What Metrics Should You Track?

Choosing your metrics can be challenging with so many available. Some metrics, like total revenue for the year and operating expenses are particularly useful across the board. Others only apply in certain situations, like businesses with a subscription model, e-commerce or retail companies, or companies who must invest in long-term depreciable assets. 

Upper Funnel Metrics

Upper funnel metrics like those found in the Kissmetrics Funnel Report measure how aware people are of your brand and how widespread your audience is. The majority of people who know about your brand may not become customers, but it is important to have as much exposure as possible. These metrics can include:

  • Pageviews
  • Pages per session
  • Branded search
  • Website traffic
  • Bounce rate
  • Targeted engagement
  • Inbound links
  • Brand awareness

Lower Funnel Metrics

The lower funnel metrics measure customer conversion and following up with leads. This is where your audience starts to not just become aware of your brand but become customers. 

Usually, people aren’t ready to buy the first time they hear about you; they need some time to think over their purchases. These metrics can include:

  • Sales qualified leads
  • Revenue
  • ROI
  • Conversion rate

From these metrics, you can create KPIs to measure your progress like:

  • Customer acquisition costs
  • Quality of leads
  • Customer retention
  • Customer lifetime value

How to Analyze Your Metrics

Your metrics will bring in a wealth of data, but that data is meaningless if you don’t know how to analyze it. As an example, if you send out a survey asking your customers how likely they are to recommend your brand to friends and family, (known as the Net Promoter Score), you’ll receive data showing the percentage of people who would recommend you, who wouldn’t recommend you, and who feel neutral about your brand.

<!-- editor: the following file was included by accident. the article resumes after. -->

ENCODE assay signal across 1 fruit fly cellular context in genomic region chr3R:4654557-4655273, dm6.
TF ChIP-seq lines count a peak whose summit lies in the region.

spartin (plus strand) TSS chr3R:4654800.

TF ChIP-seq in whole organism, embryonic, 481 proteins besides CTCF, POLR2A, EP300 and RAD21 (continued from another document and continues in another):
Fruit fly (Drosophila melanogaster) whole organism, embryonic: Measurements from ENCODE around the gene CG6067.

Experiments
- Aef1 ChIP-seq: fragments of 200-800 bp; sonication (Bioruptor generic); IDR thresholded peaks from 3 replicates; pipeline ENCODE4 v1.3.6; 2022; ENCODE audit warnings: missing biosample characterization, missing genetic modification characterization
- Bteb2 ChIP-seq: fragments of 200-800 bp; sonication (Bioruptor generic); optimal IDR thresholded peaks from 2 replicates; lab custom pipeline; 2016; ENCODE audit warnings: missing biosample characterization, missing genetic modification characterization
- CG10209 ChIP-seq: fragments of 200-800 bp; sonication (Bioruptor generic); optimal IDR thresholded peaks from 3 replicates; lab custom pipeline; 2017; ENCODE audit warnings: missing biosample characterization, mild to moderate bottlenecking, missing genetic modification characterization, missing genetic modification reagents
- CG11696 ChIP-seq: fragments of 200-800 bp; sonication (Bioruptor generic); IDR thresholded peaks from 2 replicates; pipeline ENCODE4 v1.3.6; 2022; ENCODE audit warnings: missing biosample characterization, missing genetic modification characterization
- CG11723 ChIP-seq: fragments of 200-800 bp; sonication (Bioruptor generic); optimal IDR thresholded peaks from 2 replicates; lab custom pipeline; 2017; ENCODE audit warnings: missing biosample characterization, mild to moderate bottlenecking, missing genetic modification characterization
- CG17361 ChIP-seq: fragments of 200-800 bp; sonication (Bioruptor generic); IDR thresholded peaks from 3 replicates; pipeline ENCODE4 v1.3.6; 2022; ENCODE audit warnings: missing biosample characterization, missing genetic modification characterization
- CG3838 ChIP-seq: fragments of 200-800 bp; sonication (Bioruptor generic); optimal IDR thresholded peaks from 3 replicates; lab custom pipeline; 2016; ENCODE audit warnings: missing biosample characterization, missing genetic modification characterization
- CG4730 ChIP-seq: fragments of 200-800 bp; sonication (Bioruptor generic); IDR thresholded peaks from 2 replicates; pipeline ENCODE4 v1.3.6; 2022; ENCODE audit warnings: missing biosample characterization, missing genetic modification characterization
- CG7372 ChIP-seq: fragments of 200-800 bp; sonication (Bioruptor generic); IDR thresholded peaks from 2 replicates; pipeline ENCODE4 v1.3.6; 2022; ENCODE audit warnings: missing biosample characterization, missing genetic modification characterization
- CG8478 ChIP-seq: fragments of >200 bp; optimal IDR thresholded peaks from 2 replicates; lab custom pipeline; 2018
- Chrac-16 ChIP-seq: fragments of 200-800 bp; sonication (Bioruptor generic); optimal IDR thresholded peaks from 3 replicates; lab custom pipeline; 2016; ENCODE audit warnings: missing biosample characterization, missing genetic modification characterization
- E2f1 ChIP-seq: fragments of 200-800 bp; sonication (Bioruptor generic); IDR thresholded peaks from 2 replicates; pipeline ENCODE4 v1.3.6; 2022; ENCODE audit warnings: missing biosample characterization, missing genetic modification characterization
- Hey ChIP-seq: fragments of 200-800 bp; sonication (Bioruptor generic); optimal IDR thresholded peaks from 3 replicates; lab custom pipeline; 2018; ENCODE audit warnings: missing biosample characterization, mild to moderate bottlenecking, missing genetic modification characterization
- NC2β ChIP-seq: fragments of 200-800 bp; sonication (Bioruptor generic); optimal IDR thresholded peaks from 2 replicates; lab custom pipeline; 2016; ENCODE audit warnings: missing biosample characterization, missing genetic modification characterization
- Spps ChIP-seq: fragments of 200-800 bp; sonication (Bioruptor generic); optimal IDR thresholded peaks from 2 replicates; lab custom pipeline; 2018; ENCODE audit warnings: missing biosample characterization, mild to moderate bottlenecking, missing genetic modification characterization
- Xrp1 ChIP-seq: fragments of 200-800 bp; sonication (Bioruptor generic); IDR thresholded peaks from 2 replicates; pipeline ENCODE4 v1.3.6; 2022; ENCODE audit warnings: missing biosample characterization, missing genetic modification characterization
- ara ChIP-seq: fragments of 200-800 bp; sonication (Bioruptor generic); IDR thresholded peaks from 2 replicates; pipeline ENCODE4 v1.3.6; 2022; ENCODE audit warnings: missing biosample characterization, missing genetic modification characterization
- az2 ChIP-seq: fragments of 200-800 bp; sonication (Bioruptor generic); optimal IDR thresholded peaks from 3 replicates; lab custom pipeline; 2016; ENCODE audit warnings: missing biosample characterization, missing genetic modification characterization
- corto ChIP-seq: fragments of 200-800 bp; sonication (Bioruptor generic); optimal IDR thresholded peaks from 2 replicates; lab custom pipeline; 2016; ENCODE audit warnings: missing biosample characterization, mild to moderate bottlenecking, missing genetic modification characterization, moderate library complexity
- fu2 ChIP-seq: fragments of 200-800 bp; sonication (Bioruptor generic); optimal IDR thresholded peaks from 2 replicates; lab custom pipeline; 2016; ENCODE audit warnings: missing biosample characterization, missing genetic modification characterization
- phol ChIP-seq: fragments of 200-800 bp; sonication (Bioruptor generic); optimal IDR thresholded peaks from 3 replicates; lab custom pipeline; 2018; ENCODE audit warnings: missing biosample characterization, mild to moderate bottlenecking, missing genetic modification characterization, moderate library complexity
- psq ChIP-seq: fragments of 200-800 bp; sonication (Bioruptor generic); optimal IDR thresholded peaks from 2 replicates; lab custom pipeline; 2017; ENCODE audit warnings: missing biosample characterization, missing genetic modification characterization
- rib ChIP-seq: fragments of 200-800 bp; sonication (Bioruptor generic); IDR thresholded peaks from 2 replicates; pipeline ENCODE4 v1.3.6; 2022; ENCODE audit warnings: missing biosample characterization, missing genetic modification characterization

However, with critical thinking, you can pull out many more insights than percentages. You might look into which customers were more likely to recommend your brand. Who are they? What are their demographics? The Kissmetrics person profile will give you specific details about a customer. 

Did their experiences differ significantly from people who had lower scores or was the score based around other preferences? Our path report demonstrates how a customer went through their user journey and might shed light on any significant differences. 

Questions to Ask During Analysis

As you analyze the data gathered for your given timeframe, it’s important to keep a few questions in mind as you dive into the reports. 

Have We Set Up Our Tracking Tools Correctly?

The only thing worse than making decisions based on no data is making decisions based on bad data. So make sure you check, then double-check your parameters, how your tools are working, and how reports are generated. If you see something in one of your reports that stands out as strange, it might be an issue with how you’ve set up your tracking tools. 

If you think there is a problem, but don’t know how to resolve it, Kissmetrics provides resources for support. It’s annoying to find that you’ve wasted time by tracking data incorrectly, but it’s better to find out now and solve the problem.

Is the Qualitative Data Accurate?